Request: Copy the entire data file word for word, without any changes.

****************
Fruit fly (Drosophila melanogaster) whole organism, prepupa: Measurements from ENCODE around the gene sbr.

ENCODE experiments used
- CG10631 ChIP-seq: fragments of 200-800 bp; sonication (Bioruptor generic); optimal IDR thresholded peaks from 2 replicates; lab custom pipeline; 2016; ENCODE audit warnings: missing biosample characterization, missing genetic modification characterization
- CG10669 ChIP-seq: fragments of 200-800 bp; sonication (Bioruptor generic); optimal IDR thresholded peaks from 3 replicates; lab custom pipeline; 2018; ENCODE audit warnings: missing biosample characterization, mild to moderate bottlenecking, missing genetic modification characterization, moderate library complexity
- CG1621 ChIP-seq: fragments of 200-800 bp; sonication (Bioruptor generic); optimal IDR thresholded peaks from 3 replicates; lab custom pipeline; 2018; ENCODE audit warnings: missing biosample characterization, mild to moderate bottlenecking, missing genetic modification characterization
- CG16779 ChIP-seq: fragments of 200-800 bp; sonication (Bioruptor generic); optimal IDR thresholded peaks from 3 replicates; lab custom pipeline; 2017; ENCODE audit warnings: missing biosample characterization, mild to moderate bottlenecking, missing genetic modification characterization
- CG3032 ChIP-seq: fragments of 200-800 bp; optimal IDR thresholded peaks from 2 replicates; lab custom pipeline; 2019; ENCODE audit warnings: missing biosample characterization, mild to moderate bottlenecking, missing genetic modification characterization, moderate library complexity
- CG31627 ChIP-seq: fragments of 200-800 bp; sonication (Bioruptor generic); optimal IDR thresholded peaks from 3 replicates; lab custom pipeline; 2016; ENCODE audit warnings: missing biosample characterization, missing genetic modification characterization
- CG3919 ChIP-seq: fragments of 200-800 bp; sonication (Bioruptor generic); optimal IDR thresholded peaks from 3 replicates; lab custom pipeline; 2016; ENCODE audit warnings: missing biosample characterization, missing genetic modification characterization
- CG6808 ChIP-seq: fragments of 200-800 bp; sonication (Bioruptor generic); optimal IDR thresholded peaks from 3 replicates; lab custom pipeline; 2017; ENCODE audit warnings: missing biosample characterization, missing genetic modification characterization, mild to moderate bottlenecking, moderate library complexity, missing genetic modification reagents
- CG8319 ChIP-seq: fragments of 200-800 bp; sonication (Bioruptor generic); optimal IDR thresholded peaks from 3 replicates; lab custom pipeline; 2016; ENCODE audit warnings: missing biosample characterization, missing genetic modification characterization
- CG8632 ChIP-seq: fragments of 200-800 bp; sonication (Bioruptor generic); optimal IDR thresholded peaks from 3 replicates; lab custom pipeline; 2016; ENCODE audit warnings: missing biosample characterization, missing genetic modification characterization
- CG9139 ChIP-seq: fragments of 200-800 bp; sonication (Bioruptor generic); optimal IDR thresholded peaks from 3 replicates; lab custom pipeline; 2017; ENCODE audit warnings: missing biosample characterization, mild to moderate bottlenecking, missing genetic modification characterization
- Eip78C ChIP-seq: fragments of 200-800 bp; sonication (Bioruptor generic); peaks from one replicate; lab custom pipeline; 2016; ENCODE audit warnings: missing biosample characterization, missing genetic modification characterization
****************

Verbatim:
Fruit fly (Drosophila melanogaster) whole organism, prepupa: Measurements from ENCODE around the gene sbr.

ENCODE experiments used
- CG10631 ChIP-seq: fragments of 200-800 bp; sonication (Bioruptor generic); optimal IDR thresholded peaks from 2 replicates; lab custom pipeline; 2016; ENCODE audit warnings: missing biosample characterization, missing genetic modification characterization
- CG10669 ChIP-seq: fragments of 200-800 bp; sonication (Bioruptor generic); optimal IDR thresholded peaks from 3 replicates; lab custom pipeline; 2018; ENCODE audit warnings: missing biosample characterization, mild to moderate bottlenecking, missing genetic modification characterization, moderate library complexity
- CG1621 ChIP-seq: fragments of 200-800 bp; sonication (Bioruptor generic); optimal IDR thresholded peaks from 3 replicates; lab custom pipeline; 2018; ENCODE audit warnings: missing biosample characterization, mild to moderate bottlenecking, missing genetic modification characterization
- CG16779 ChIP-seq: fragments of 200-800 bp; sonication (Bioruptor generic); optimal IDR thresholded peaks from 3 replicates; lab custom pipeline; 2017; ENCODE audit warnings: missing biosample characterization, mild to moderate bottlenecking, missing genetic modification characterization
- CG3032 ChIP-seq: fragments of 200-800 bp; optimal IDR thresholded peaks from 2 replicates; lab custom pipeline; 2019; ENCODE audit warnings: missing biosample characterization, mild to moderate bottlenecking, missing genetic modification characterization, moderate library complexity
- CG31627 ChIP-seq: fragments of 200-800 bp; sonication (Bioruptor generic); optimal IDR thresholded peaks from 3 replicates; lab custom pipeline; 2016; ENCODE audit warnings: missing biosample characterization, missing genetic modification characterization
- CG3919 ChIP-seq: fragments of 200-800 bp; sonication (Bioruptor generic); optimal IDR thresholded peaks from 3 replicates; lab custom pipeline; 2016; ENCODE audit warnings: missing biosample characterization, missing genetic modification characterization
- CG6808 ChIP-seq: fragments of 200-800 bp; sonication (Bioruptor generic); optimal IDR thresholded peaks from 3 replicates; lab custom pipeline; 2017; ENCODE audit warnings: missing biosample characterization, missing genetic modification characterization, mild to moderate bottlenecking, moderate library complexity, missing genetic modification reagents
- CG8319 ChIP-seq: fragments of 200-800 bp; sonication (Bioruptor generic); optimal IDR thresholded peaks from 3 replicates; lab custom pipeline; 2016; ENCODE audit warnings: missing biosample characterization, missing genetic modification characterization
- CG8632 ChIP-seq: fragments of 200-800 bp; sonication (Bioruptor generic); optimal IDR thresholded peaks from 3 replicates; lab custom pipeline; 2016; ENCODE audit warnings: missing biosample characterization, missing genetic modification characterization
- CG9139 ChIP-seq: fragments of 200-800 bp; sonication (Bioruptor generic); optimal IDR thresholded peaks from 3 replicates; lab custom pipeline; 2017; ENCODE audit warnings: missing biosample characterization, mild to moderate bottlenecking, missing genetic modification characterization
- Eip78C ChIP-seq: fragments of 200-800 bp; sonication (Bioruptor generic); peaks from one replicate; lab custom pipeline; 2016; ENCODE audit warnings: missing biosample characterization, missing genetic modification characterization